When Cyberpunk 2077 came out last December, all eyes were on what I like to call “the little game that couldn’t.” CD Projekt Red’s long-anticipated dive into the cyberpunk genre was laden with bugs, glitches, and reports of horrible work conditions for the development team. Six months later, enough patches have come out to make the game (mostly) playable. But is it good cyberpunk?
I decided to finally dip my toe into Cyberpunk 2077, after waiting several months for the game mechanics to catch up with its own vision. I’m still in the middle of my first playthrough but overall I’m more satisfied than I thought I would be. Players tale on the role of “V,” a mercenary in the corporate-fuelled world of Night City. It’s a filthy, no-holds-barred dystopia where American and Japanese esthetics have intertwined, becoming a dark and grim San Fransokyo. The character of V is customisable in appearance, cybernetics, and origin — I chose the corporate backstory, because “Opulence!” — although the look doesn’t matter much because the video game is in first-person. (I played as a feminine-presenting character, so I’ll be using she/her pronouns from here on).
Note: Below this paragraph will be minor spoilers for the main storyline. If you’re not wanting to know anything, TLDR; it’s got its issues but is worth a play, especially because you can get it for pretty cheap.
I don’t care about occasional bugs, so I shelled out for the cheaper version on PS4.
After botching a heist and witnessing a murder, V lands smack-dab in the middle of a massive conspiracy involving the head of Arakasa Corporation. She ends up on the run from Arasaka’s goons while also working with one of them to expose Arasaka’s corruption. She eventually finds herself with an unwanted guest sharing her brain: terrorist Johnny Silverhand, played by our favourite and yours, Keanu Reeves.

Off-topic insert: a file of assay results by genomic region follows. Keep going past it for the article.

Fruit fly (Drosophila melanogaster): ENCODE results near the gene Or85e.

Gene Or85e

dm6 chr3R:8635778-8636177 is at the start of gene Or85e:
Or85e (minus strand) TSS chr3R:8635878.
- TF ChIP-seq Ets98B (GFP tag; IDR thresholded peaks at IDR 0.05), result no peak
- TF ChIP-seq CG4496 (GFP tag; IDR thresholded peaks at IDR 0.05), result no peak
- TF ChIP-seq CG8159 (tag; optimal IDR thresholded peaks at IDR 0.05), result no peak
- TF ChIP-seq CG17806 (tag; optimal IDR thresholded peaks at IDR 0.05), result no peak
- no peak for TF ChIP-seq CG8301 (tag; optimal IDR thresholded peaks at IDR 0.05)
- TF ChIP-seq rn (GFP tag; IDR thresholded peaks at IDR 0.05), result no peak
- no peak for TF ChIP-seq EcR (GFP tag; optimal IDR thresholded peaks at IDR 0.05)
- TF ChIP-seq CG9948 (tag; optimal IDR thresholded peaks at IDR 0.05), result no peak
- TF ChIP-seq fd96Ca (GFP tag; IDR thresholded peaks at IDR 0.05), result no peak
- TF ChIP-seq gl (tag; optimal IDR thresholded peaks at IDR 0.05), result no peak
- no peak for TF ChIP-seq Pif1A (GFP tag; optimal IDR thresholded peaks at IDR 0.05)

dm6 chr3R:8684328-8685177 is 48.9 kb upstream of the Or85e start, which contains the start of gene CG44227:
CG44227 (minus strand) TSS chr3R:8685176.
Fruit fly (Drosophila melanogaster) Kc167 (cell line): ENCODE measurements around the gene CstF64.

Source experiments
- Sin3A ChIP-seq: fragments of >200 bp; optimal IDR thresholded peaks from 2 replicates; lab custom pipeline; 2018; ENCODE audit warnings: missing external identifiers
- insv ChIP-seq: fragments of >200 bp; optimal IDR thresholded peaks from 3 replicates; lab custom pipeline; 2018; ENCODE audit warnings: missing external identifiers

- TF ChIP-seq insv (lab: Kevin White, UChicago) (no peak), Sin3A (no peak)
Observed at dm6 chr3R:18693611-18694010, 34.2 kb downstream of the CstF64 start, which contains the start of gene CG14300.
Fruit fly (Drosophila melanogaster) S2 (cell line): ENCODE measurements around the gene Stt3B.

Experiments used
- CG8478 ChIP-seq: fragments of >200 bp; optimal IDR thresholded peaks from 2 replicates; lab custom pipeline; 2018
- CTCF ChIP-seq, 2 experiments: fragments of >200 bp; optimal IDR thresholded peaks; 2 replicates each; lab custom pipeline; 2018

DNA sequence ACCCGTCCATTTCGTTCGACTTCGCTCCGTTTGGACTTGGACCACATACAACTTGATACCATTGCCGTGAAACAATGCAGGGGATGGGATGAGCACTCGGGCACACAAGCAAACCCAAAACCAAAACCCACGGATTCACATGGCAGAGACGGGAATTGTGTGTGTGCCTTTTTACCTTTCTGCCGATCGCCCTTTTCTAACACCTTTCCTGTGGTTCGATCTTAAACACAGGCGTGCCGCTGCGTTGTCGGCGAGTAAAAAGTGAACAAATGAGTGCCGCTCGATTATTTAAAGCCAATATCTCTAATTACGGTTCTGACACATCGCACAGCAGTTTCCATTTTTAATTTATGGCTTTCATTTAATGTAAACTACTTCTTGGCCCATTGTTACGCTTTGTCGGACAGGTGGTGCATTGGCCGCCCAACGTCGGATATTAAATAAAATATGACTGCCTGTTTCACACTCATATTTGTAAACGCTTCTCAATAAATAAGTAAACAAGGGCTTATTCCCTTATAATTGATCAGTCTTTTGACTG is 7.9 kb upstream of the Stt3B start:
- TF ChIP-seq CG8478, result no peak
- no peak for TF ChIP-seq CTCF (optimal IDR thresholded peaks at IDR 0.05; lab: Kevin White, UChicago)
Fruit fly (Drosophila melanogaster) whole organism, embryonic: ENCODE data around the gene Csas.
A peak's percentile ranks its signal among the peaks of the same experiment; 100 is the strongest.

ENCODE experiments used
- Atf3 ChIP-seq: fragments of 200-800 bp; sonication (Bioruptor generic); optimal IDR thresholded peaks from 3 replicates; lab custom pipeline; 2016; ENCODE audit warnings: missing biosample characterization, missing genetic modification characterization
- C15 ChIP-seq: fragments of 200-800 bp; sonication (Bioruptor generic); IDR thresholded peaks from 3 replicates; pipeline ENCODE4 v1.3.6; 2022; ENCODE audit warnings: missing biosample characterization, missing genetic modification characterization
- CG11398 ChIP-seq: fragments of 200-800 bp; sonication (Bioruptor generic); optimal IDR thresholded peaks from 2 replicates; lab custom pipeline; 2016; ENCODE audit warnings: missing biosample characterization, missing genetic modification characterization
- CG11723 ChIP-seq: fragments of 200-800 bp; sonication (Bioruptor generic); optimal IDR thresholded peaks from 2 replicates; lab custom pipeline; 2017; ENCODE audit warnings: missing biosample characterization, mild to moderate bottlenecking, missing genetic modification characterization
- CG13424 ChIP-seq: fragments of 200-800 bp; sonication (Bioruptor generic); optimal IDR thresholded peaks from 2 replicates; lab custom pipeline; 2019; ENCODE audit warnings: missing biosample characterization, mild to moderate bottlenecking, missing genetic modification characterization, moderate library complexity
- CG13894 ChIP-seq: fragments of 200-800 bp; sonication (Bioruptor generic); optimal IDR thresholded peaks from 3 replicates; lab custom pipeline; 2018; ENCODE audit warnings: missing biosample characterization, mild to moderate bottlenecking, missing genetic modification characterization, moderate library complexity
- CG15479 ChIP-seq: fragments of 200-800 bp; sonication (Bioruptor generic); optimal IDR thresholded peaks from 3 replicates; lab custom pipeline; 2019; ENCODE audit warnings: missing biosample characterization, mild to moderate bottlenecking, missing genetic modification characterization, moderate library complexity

He’s a ghost in the machine, a virtual dead man trapped inside her head — and he’ll eventually destroy her mind unless they figure out how to remove him together, so they become a “buddy cop” duo that’s both fun and frustrating. It’s great to see him pop up and crack wise at whatever V is doing; the banter between them is entertaining but it can also feel like, from that point on, the game isn’t about you anymore. It’s the Keanu Reeves Show. Which, I mean, OK he’s great. But he’s not V. He’s not me.
The main plot feels familiar, but it’s interesting enough to follow. V is a mercenary trying to remove a digital virus that’s killing her and does so by teaming up with different factions (and romance-able NPCs) who all deliver a piece of the “fix me” puzzle. In the process, she learns the truth about Arasaka’s work on preserving the digital consciousness — something they’re employing to “help” people with the Relic… and also control them through its more accurate name, Soulkiller. There’s some spoiler stuff with artificial intelligence and the definition of the Self that I won’t get into because it gets convoluted.
Several missions in the game feel like echoes of other stories, although it’s likely unintentional. The bioengineer you seek out in the wilderness reminds me of “The Glowing Sea” mission from Fallout 4. The sex “Dollhouse” filled with humans whose minds are programmable is straight outta, well, Dollhouse. And let’s not forget how most facets of the cyberpunk genre, including this iteration, owe much to classic anime (like Akira) and Blade Runner. None of these things make it bad — J.R.R. Tolkien carries a huge presence in modern fantasy, including in CD Projekt Red’s The Witcher series — but if you’re looking for original storytelling, you’re not going to find it here. I’d be hesitant to even call this pure science fiction, to be honest; it’s not speculative of a world that could be, at least not anymore. I’d call this more of a retrofuturistic piece, a tribute to the best of 1980s sci-fi.